[68] Neither Longman nor Robinson is authority for the proposition that it is imperative to give a warning that it is dangerous to convict because the prosecution case depends on the testimony of a child complainant whose evidence is uncorroborated.  Nor is the subsequent decision of the High Court in Tully.

[69] The justices in the majority in Tully, in considering Robinson, emphasised that the need for a judicial warning that it would be dangerous or unsafe to convict had to be found in the perception of the risk of a miscarriage of justice where the risk arose for reasons apparent to the judge, but not the jury, beyond the mere fact that the prosecution case depended on the uncorroborated evidence of a child complainant.  As Crennan J stated in Tully:

‘The question is whether all of the circumstances gave rise to some forensic disadvantage to the appellant, palpable or obvious to a judge, which may not have been apparent to the jury, thus necessitating a warning so as to avoid a miscarriage of justice.  There is a clear distinction between such a case and a case where all the circumstances can be evaluated by a jury in light of their own experiences.’”

  1. In R v Tichowitsch,[46] this Court identified the occasion for, and the content of, a Longman warning as being as it is described in the joint judgment of Brennan, Dawson and Toohey JJ in Longman v The Queen:[47]

“But there is one factor which may not have been apparent to the jury and which therefore required not merely a comment but a warning be given to them: see Reg. v Spencer ([1987] AC 128 at p141).  That factor was the applicant’s loss of those means of testing the complainant’s allegations which would have been open to him had there been no delay in prosecution.  Had the allegations been made soon after the alleged event, it would have been possible to explore in detail the alleged circumstances attendant upon its occurrence and perhaps to adduce evidence throwing doubt upon the complainant’s story or confirming the applicant’s denial.  After more than twenty years that opportunity was gone and the applicant’s recollection of them could not be adequately tested.  The fairness of the trial had necessarily been impaired by the long delay … and it was imperative that a warning be given to the jury.  The jury should have been told that, as the evidence of the complainant could not be adequately tested after the passage of more than twenty years, it would be dangerous to convict on that evidence alone unless the jury, scrutinizing the evidence with great care, considering the circumstances relevant to its evaluation and paying heed to the warning, were satisfied of its truth and accuracy.  To leave a jury without such a full appreciation of the danger was to risk a miscarriage of justice.  The jury were told simply to consider the relative credibility of the complainant and the appellant without either a warning or a mention of the factors relevant to the evaluation of the evidence.  That was not sufficient.”[48]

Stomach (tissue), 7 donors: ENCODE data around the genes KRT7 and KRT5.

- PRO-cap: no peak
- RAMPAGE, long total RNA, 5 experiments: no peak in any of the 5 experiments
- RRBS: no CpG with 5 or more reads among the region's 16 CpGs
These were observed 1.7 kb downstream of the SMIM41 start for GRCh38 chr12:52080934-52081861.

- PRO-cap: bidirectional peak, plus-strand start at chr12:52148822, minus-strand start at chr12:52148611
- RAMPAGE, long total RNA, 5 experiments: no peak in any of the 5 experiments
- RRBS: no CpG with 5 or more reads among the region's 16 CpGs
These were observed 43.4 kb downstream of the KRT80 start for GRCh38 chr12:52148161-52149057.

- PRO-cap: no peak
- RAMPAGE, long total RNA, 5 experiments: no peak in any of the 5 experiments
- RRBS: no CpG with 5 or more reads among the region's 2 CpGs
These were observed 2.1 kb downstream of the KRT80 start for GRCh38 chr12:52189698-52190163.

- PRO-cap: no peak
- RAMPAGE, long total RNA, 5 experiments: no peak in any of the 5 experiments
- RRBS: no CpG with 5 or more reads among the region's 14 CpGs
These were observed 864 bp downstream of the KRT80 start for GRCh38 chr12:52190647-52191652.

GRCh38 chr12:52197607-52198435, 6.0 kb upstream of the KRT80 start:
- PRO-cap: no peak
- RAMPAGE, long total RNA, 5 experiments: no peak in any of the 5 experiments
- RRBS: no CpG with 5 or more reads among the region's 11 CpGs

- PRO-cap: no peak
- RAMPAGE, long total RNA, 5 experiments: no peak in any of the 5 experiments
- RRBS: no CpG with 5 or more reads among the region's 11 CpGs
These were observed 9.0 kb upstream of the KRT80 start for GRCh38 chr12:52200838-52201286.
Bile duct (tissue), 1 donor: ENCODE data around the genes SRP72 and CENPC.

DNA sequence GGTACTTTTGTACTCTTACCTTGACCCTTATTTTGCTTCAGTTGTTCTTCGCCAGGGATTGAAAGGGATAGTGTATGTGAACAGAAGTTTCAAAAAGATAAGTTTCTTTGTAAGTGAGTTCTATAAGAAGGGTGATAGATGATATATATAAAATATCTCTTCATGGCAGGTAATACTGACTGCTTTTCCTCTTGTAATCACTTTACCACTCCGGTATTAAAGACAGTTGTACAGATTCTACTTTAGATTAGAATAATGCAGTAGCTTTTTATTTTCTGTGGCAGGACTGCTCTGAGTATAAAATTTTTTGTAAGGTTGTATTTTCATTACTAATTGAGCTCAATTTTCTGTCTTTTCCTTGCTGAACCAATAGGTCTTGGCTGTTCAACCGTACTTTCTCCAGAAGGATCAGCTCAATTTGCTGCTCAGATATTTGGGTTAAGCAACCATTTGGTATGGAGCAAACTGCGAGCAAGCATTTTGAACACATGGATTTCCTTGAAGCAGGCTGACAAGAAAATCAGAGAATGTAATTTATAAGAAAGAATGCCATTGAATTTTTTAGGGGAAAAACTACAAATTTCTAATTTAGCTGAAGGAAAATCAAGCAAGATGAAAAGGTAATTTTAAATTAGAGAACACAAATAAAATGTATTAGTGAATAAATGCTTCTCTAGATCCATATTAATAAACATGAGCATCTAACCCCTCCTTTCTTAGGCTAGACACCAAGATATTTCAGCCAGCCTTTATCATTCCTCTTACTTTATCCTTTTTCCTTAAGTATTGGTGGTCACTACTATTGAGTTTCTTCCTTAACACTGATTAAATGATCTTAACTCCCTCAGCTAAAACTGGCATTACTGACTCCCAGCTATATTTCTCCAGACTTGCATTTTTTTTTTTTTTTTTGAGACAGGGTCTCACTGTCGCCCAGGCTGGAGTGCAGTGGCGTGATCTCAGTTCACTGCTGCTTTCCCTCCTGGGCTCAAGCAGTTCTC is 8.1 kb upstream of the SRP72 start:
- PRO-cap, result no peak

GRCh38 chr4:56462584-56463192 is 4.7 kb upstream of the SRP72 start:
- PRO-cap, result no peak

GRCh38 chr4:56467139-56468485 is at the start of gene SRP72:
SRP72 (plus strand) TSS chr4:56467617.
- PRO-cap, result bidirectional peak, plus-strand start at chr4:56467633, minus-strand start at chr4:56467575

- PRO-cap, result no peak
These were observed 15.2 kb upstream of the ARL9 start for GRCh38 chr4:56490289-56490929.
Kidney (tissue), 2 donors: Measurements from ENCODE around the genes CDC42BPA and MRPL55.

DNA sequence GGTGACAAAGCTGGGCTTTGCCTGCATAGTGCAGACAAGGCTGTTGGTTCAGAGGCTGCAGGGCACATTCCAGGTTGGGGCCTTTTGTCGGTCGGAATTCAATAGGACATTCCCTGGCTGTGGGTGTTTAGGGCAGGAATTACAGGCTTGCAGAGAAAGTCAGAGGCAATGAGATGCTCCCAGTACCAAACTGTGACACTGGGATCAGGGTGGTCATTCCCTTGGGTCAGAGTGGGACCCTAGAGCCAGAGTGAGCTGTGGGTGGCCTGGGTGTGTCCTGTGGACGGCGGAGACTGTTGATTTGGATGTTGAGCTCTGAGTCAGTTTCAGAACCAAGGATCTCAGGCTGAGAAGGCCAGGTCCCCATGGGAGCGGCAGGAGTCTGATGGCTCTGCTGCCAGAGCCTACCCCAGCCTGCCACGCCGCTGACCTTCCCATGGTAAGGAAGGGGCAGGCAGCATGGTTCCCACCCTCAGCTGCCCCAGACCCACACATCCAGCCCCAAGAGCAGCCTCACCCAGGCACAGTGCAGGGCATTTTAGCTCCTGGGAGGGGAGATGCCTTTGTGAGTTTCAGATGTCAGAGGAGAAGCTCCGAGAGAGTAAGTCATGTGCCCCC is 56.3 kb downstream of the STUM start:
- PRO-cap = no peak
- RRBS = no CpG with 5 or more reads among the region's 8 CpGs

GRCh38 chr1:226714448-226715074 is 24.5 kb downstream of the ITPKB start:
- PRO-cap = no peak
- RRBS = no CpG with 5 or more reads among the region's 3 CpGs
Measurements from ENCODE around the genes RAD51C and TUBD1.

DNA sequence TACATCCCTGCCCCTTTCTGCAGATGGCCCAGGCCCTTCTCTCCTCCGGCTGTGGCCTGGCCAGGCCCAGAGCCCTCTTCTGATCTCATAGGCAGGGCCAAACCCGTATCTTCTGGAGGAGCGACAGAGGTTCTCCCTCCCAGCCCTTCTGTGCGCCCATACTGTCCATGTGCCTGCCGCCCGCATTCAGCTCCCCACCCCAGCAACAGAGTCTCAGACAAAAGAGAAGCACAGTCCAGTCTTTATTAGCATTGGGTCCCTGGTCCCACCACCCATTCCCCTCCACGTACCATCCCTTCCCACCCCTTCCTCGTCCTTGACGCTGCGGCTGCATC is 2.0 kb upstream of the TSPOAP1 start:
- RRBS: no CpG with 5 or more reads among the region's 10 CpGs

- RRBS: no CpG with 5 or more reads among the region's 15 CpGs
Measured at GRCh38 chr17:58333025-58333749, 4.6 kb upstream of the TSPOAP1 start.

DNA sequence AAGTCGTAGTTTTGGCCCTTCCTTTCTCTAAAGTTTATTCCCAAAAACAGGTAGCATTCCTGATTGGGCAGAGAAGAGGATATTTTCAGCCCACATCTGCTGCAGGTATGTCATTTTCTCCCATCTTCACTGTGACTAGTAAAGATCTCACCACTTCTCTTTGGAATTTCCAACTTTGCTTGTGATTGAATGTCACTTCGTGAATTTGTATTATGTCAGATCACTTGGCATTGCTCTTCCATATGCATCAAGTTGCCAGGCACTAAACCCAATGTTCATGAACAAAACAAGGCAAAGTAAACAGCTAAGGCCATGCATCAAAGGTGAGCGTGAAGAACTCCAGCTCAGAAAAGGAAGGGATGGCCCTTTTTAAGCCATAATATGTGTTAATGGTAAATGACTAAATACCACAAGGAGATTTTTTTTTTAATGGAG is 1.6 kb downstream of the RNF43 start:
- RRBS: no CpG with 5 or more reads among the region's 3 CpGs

1. As was said by Applegarth J in MBX,[49] the content of a Longman direction starts with the joint judgment in Longman’s case.  Its essence is that delay, especially if lengthy, may create a forensic disadvantage to an accused in adequately testing allegations or adequately marshalling a defence.  It is the forensic disadvantage to which the warning is directed.[50]
  2. Applegarth J summarised the relevant principles relating to a Longman direction in MBX:[51]

“2. … the “Longman direction” is not a statute, and no particular form of words is required.  But authority requires it to be in the form of a warning.  The warning must be given the imprint of the Court’s own authority.

  1. The warning relates to the matters stated in the joint judgment in Longman, namely that after the passage of many years, the evidence of the complainant cannot be adequately tested or met.